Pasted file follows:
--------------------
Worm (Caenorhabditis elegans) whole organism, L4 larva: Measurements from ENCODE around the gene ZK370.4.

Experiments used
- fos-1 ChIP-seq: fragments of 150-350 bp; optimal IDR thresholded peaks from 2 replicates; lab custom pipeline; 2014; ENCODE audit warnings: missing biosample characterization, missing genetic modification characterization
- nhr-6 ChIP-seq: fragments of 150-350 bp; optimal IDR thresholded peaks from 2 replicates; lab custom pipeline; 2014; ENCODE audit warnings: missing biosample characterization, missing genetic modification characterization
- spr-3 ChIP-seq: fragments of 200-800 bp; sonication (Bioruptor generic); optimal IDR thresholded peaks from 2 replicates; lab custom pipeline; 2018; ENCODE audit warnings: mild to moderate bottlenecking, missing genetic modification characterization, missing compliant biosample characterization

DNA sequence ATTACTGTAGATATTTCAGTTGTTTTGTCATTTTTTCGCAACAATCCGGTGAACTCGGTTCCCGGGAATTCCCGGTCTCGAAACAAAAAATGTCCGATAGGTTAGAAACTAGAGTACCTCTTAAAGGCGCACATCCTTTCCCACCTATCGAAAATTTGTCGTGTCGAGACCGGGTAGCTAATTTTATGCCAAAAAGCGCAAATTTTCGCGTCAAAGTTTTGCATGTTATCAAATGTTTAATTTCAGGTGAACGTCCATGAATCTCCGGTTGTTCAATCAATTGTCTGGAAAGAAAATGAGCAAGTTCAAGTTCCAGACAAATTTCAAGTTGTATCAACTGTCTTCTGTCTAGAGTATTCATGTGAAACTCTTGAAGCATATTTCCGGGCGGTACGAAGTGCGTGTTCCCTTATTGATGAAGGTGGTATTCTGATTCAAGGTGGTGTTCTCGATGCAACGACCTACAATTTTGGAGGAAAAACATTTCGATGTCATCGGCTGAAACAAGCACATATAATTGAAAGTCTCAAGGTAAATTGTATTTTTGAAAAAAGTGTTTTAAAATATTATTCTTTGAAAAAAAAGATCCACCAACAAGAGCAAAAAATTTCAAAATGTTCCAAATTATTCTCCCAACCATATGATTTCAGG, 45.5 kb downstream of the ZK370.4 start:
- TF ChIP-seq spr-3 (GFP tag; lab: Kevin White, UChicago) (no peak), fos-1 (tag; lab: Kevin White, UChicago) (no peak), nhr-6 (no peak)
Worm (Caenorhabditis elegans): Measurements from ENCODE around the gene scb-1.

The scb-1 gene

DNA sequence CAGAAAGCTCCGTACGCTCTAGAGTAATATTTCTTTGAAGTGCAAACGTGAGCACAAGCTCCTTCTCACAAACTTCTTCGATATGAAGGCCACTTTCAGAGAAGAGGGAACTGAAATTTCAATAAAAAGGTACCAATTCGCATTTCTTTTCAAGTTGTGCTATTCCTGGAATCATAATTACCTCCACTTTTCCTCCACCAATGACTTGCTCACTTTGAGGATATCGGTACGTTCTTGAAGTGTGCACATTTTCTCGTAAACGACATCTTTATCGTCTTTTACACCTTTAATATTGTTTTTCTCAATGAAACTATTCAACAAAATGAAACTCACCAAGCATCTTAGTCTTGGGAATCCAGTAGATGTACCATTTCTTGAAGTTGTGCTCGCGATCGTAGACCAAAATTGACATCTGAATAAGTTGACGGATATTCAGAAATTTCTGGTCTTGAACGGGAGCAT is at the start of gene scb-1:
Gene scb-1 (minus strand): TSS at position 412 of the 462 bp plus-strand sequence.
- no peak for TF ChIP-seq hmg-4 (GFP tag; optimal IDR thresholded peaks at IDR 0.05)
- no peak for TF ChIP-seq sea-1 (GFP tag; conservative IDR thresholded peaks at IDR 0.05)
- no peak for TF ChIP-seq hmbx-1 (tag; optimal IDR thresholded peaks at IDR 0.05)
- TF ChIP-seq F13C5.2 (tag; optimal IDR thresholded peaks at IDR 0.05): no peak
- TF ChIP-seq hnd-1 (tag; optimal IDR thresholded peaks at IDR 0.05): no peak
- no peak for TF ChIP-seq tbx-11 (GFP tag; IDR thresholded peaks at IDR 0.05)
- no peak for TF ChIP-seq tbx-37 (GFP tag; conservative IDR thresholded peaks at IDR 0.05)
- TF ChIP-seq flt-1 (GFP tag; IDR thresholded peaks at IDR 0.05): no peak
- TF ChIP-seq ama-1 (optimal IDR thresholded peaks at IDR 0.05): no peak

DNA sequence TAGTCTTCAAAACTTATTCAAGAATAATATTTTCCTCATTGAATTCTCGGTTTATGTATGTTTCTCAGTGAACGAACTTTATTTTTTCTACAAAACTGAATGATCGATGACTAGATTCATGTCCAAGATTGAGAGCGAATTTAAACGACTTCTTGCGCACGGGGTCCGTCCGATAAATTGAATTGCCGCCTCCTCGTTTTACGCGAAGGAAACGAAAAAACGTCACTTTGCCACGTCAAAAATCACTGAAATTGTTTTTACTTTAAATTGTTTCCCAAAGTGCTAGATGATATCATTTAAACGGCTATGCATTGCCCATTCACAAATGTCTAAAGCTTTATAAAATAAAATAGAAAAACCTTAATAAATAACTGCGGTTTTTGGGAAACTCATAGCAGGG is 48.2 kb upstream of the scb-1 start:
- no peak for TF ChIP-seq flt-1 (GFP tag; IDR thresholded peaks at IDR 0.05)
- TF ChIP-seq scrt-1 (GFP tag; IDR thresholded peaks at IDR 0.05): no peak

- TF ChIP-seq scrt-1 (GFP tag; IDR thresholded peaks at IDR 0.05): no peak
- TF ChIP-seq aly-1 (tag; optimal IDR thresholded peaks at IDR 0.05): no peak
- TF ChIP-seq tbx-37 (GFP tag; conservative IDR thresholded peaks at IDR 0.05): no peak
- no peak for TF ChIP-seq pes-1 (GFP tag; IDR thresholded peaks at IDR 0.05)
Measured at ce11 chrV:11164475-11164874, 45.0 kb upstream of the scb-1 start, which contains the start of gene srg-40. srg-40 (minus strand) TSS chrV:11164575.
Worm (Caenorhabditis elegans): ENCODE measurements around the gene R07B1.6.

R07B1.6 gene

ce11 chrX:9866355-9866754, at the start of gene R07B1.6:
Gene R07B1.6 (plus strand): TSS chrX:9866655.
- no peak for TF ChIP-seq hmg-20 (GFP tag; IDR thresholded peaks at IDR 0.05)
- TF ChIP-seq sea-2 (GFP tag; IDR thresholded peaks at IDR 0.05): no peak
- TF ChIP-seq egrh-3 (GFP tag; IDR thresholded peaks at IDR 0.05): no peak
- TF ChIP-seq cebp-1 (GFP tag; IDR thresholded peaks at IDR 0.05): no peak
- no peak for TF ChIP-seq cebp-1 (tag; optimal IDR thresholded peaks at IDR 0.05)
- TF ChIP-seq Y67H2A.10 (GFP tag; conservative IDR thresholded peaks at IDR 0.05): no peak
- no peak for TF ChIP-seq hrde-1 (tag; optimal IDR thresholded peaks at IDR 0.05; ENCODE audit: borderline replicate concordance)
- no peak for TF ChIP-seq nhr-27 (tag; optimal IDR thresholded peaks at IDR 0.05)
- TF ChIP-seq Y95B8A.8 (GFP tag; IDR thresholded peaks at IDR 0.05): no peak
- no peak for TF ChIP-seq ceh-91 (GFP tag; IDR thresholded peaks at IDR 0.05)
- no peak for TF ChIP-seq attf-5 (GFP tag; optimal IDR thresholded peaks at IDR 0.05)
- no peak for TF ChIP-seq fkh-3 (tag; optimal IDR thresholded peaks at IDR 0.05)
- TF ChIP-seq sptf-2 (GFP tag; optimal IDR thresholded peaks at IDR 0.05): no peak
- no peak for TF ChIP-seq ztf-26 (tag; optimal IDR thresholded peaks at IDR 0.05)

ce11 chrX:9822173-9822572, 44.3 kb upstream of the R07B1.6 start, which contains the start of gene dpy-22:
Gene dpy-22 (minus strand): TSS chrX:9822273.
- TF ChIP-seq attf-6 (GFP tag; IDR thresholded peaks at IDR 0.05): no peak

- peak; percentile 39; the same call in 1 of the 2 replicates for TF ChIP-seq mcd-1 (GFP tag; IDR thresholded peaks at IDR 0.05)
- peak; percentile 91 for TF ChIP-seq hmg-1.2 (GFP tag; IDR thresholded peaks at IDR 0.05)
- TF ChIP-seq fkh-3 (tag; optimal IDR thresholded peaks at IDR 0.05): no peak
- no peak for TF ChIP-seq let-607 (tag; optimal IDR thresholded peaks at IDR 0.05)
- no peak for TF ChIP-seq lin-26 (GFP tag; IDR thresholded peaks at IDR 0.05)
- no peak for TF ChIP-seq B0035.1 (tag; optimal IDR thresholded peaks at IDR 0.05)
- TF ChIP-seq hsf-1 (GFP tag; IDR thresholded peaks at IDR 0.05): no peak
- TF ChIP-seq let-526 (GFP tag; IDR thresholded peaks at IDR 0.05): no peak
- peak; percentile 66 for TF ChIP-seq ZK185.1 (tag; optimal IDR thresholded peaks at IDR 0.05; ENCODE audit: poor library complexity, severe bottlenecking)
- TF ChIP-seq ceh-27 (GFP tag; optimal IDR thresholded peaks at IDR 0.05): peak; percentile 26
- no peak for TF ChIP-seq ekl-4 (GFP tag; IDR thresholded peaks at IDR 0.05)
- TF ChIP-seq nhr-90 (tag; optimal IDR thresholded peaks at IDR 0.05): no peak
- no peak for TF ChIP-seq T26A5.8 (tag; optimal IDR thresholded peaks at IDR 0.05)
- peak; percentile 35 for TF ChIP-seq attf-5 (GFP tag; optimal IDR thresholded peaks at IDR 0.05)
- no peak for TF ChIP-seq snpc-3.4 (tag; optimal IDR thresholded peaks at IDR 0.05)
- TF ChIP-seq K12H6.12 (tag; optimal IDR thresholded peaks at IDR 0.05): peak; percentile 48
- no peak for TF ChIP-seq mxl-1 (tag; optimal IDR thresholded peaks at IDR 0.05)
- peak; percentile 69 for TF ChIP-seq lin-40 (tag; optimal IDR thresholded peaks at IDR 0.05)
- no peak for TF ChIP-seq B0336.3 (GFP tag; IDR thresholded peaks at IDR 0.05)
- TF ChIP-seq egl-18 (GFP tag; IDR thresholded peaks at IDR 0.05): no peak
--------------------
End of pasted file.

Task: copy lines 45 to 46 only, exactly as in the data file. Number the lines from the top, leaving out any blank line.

- TF ChIP-seq sptf-2 (GFP tag; optimal IDR thresholded peaks at IDR 0.05): no peak
- no peak for TF ChIP-seq ztf-26 (tag; optimal IDR thresholded peaks at IDR 0.05)